“My momma used to always tell me when I was young: ‘When you’re having a baby, you’re closer to death than you’ll ever be in your life,’” Brokman said. “Death is at your toes.”
That statement is especially true in Mississippi, which leads the nation in infant mortality and is near the top in maternal mortality. And it is even truer for Black women and babies, who are significantly more likely to die in childbirth than their white counterparts.
The pregnancy-related mortality ratio was 33.2 deaths per 100,000 live births between 2013 and 2016 — nearly double the national average of 17.3 deaths per 100,000 births.
The same is true for babies: the state has the highest rate of infant mortality in the nation, and the rate of death in Black infants is twice that of white babies.
For Black women in Mississippi, the rate was about three times the rate of white women at 51.9 deaths.
The state also has one of the highest rates of uninsured people in the country – a problem the March of Dimes report highlights when discussing the importance of quality care before having a baby, during pregnancy and after.
“Continuous high quality health care in all three time periods can lead to better health outcomes for both mom and baby,” the report states. “… Stalled progress to improve pregnancy outcomes has, in part, pointed towards inconsistent health interventions before pregnancy.”
Greenwood Leflore Hospital, which permanently shuttered its labor and delivery unit as the hospital fights to cut costs and stay open, welcomed just over 2,000 babies into the world over the last five years.
But now, any babies born at the hospital will be born in the emergency room, where interim CEO Gary Marchand said the hospital has relocated labor and delivery equipment.
The closest hospital with labor and delivery services is in Grenada — a 45-minute drive or more for some in the area.
Providers and community members worry more women in Leflore County will have experiences like Johnson and Stuckey’s. Dr. Terry McMillin, an OB-GYN who has practiced in the Greenwood area for more than 20 years, said the closure of the unit is “devastating.”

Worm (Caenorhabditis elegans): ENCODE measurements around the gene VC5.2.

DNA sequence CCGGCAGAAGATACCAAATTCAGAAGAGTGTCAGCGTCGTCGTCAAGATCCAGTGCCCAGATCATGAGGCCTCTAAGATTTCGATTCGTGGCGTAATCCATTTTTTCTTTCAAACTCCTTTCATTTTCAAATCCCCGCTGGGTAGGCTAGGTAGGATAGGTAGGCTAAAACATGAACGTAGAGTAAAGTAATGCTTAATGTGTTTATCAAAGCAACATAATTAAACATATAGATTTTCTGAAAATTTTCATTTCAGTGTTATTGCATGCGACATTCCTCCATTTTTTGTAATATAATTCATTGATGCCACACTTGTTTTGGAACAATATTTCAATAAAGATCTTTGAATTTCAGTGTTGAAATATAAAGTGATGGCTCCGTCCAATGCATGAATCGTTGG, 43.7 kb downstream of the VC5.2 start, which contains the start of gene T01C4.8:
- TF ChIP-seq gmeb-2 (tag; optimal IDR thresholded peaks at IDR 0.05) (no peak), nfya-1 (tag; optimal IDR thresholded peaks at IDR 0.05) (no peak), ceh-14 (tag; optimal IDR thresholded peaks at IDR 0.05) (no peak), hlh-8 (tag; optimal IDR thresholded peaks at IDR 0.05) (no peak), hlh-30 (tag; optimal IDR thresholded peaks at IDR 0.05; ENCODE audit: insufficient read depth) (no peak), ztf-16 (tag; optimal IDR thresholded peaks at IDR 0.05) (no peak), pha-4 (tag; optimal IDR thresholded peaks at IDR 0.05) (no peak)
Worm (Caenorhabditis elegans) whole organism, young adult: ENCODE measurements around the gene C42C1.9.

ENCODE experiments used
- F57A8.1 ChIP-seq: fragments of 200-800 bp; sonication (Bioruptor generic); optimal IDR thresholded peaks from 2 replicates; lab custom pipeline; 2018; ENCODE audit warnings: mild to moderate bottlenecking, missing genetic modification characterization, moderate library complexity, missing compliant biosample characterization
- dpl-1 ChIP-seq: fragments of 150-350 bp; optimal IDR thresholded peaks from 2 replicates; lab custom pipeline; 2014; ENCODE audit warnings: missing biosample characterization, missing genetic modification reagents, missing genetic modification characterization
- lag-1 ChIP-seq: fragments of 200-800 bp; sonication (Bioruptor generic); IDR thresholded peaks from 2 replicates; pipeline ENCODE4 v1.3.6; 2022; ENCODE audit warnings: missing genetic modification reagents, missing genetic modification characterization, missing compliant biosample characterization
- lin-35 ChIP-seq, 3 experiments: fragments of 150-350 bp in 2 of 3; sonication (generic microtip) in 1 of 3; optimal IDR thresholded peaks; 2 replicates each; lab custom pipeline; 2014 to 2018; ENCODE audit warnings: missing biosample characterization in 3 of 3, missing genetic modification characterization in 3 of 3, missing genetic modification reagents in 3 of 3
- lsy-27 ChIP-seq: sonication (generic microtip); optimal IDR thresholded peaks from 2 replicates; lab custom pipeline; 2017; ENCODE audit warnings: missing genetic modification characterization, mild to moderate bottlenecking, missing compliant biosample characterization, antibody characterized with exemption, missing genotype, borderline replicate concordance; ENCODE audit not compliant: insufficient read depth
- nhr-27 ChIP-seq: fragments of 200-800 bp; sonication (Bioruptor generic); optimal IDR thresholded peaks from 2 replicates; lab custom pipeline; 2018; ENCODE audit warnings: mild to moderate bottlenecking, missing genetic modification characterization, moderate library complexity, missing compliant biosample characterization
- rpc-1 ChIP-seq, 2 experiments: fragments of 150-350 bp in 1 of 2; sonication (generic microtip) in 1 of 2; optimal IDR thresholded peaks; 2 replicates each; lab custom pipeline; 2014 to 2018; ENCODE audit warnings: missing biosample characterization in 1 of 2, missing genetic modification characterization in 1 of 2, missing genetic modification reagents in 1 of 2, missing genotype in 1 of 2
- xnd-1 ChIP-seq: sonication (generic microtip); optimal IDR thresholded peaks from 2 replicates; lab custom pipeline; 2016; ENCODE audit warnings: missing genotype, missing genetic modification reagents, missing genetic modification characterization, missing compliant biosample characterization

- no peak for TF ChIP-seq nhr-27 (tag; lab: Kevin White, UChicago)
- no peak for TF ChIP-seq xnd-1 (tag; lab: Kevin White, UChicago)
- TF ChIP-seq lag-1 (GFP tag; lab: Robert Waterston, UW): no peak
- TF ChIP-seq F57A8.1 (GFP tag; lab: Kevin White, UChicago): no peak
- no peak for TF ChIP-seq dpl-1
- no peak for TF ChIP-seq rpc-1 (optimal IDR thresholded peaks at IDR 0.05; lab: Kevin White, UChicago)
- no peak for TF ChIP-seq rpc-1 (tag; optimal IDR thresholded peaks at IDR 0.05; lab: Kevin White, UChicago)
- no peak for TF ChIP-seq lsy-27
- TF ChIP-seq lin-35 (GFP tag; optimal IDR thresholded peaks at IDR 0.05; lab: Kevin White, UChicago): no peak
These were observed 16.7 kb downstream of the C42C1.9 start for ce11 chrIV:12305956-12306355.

“In the short term, are you going to have potentially some bad outcomes? I can’t predict that, but certainly it only increases that likelihood,” he said.
The hospital now only has “limited obstetrical call available” — or several obstetricians who retained their privileges and can assist ER physicians if the situation warrants and they are available.
“The March of Dimes report just illustrates that we have to find ways to provide access and health care to moms even in the midst of some of those maternity deserts, and having more and more labor and delivery units closing is just the wrong direction,” said Henderson, the head of the Mississippi pediatrician group.
The March of Dimes report ended with several policy recommendations, including expanding Medicaid for individuals who make less than 138% of the federal poverty level, or about $30,000 annually for a family of three.
Mississippi remains one of 12 states not to expand Medicaid under the Affordable Care Act — and one of 21 states not to extend postpartum Medicaid coverage for new moms beyond 60 days to 6 months or a year, another recommendation of the report.
Clarification 1/9/23: This story has been updated to clarify that Mississippi is number one in the nation in infant mortality and has one of the highest maternal mortality rates in the country.
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by Kate Royals, Mississippi Today
November 3, 2022
This <a target="_blank" href="https://mississippitoday.org/2022/11/03/mississippi-maternity-care-desert/">article</a> first appeared on <a target="_blank" href="https://mississippitoday.org">Mississippi Today</a> and is republished here under a Creative Commons license.<img src="https://i0.wp.com/mississippitoday.org/wp-content/uploads/2021/01/MT_square-thumb.jpg?fit=150%2C150&ssl=1" style="width:1em;height:1em;margin-left:10px;"><img id="republication-tracker-tool-source" src="https://mississippitoday.org/?republication-pixel=true&post=1084771&ga3=UA-75003810-1" style="width:1px;height:1px;">
Kate Royals is a Jackson native and returned to Mississippi Today as the lead education reporter after serving in the same capacity from 2016 to 2018. Prior to that, she was a reporter for the Clarion-Ledger covering education and state government. She won awards for her investigative work, including stories about the state’s campaign finance laws and prison system. She was a news producer at MassLive in Springfield, Mass., after graduating from Louisiana State University’s Manship School of Mass Communications with a master’s degree in communications.